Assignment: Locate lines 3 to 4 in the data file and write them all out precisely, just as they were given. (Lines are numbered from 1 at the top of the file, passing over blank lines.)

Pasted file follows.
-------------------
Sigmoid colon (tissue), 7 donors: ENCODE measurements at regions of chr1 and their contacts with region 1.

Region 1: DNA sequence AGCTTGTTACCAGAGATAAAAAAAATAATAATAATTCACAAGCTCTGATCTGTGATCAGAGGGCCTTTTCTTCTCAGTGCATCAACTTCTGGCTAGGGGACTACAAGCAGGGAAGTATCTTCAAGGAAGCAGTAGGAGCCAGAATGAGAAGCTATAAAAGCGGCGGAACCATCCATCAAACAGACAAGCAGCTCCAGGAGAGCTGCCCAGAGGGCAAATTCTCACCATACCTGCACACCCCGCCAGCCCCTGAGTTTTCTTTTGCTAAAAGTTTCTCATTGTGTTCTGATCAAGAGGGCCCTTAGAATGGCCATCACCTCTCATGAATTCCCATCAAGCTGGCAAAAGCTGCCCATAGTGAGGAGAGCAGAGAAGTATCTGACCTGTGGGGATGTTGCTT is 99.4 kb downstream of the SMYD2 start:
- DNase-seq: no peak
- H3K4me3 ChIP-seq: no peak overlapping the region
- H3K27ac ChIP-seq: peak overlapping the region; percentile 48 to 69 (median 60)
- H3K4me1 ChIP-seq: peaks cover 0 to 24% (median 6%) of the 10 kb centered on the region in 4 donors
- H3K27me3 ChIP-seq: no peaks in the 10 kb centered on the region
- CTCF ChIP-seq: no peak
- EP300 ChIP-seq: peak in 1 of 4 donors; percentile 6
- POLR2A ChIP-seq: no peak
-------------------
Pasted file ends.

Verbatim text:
- DNase-seq: no peak
- H3K4me3 ChIP-seq: no peak overlapping the region